Does anyone have a recipe for the Italian Horn bread. When my kids and grandchildren were teething you would let the horns harden and they were munch on them, the bread is pretty good too
I found this after doing a search on the internet. Hope it is what you are looking for.
Though the families who sold horn bread in Plymouth won't divulge their recipes, this
version comes from 92-year-old Agnes Cocci Brigida, who lives in North
3 c. flour
1 tsp. salt
1 c. warm water
1 pkg. yeast
1 tsp. sugar
3 tbsp. oil
Activate yeast in warm water
and sugar. Place all ingredients in a food processor and process until it forms
a ball. Remove and knead a few times. Let rise, covered,
in a warm place. Punch down, shape into horn shape, set in warm
place, and let rise again. Bake at 350 degrees until done (lightly
From "Nonna's Cucina and Beyond . . . A Collection of Recipes and
Anecdotes." Available from Marlene Brigida Baldwin, 25 Acrebrook Road,
Keene, N.H. 03431
Land of the Free....because of the Brave
Proud Volunteer Field Editor for Taste of Home for 17 years.
It is funny that you sent that recipe. I have that and have made it but it is not as good as the real thing. Are you from Plymouth? because I am
Donna RobischeauIt is funny that you sent that recipe. I have that and have made it but it is not as good as the real thing. Are you from Plymouth? because I am
Hi, Donna. No, I'm afraid I've lived in Texas most of my life and to be honest, I had never heard of Italian Horn Bread before your post. I just tried to do a search to help you find it. How funny that you have the same recipe. I hope someone helps you find the recipe you are looking for.
Donna, since your from that area...have you ever asked anyone to share their recipe with you? I know when I was younger I was always told, "you NEVER ask someone for their recipe". That came from my grandmother who was an awesome cook and baker. I found when you establish yourself as a "trustworthy" person, people are willing to share. I have not and will never give out recipes from those that have shared them with me. The worst you could get from asking someone in your community that you know makes what your looking for is a big "shame on you" for asking.
Taste of Home Field Editor. Blogger & Photographer. http://nutmegdisrupted.com/
The recipe is guarded. A restaurant had the recipe but has gone out of business and supposedly when they "bought" the recipe it was never to be given out. In my opinion when some asks for a recipe that would be a compliment . That's my way of thinking anyways. When some one asks me for one I give it.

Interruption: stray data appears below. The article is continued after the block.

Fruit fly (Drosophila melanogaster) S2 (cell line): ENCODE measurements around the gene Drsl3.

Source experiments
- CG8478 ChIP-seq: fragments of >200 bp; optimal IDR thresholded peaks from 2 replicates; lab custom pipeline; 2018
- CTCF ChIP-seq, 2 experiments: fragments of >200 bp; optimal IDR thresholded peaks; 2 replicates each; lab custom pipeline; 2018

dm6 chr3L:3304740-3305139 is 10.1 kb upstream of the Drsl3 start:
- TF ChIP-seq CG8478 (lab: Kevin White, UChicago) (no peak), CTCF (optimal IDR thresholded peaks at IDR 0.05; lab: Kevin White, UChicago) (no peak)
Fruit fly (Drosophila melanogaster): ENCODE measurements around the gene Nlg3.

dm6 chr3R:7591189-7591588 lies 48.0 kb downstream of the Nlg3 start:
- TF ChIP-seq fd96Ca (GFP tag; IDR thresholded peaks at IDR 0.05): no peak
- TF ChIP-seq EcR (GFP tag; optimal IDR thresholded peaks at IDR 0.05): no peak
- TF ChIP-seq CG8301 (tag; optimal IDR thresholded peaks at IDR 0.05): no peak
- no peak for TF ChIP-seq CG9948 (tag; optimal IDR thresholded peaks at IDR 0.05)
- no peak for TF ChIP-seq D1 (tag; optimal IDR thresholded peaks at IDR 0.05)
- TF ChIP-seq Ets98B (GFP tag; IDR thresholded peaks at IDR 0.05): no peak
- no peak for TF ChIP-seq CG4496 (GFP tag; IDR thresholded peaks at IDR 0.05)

Donna, I don't have the recipe for you but I did find an article about it. The article says that the bread is for sale in North Plymouth, in case you'd like to buy some. I'm Italian myself and sure would like to be able to buy some of it. Reminds me of my Grandparents. Here's part of the article for you.
"Then, in 2005, Doris Pedrini, Govoni’s mother and Etelredo’s daughter-in-law, did something that initially stunned her family: She shared the Pedrini recipe for horn bread with Kosta Haveles, owner of the 3A Café and Bakery in North Plymouth.
And so horn bread became available once again, this time baked by Jackie Jardim.
Peter Nionakis has since bought the 3A Café and Bakery, where Jardim still bakes, and he continues to honor Doris Pedrini’s requests that the recipe be kept secret and that the bread be distributed only through North Plymouth businesses.
The bread is sold at 3A Café and Bakery, Piantedosi’s Butcher Shop, Perry’s Market, and Clyde’s Deli, all in North Plymouth."
Here's the site for you if you want to read the whole article:
Thanks for the article. I am from North Plymouth and that restaurant closed about 2 weeks ago. I don't know yet if it is up for sale and will they sell the recipe to the new owners. I know the Pedrini family and like I said it is "guarded"
35 yr plimouthian, was looking for same recipe, found this page and have been tweeking it.
made 1 today and ate1/2 , try this
disolve1 tsp sugar in 1 cup warm water, add 2 pkgs yeast (1 cake) let activate for 10-15 min
add 3/4 tsp kosher salt to 3 cups enriched bleached bread flour ( I used blue bird)
now mix 1 tblsp olive oil into the yeast mixture
pour the yeast mixture into the flour mixture use two fingers to mix, once able to pick up and form ball,,
add just enough flour to dust, put in lightly oiled bowl in sun until 2-3 times size
punch down form stretched out x with dough, let rise 2 times size on baking sheet pre-heat oven to 375
cut shallow x in middle of loaf ,bake @ 375 for 15 min turn down to 350 bake until brown.(10-15 more)
not perfect but real close!!
Hi Donna, English but married to a No. Plymouth gentleman (Fornaciari) for a long time now; what a cooking combo our house is. His nonna would get quite cross with him when he was little because behind her back he would scoop out the soft center of the horn bread with his finger leaving only the intact crust for dinner. Is it my imagination or are the current hornbreads quite a bit smaller than the originals and there's just something different about them, maybe the type of oven now used. This goes way way back but does your family remember taking their chickens to the rear of Clyde's Bakery to be roasted for Saturday supper? Those were the days before the Cordage row houses had ovens. Off subject but we all made toots 3 weeks ago, for the rest of you readers they are the little tortellini, and cooked in your best chicken broth, a bowl of them with hornbread...the best. My MIL also made the tortia (sp?) filled with ricotta & squash, a must eat for New Years Day! Hope this brought back good memories for you.
© RDA Enthusiast Brands, LLC 2015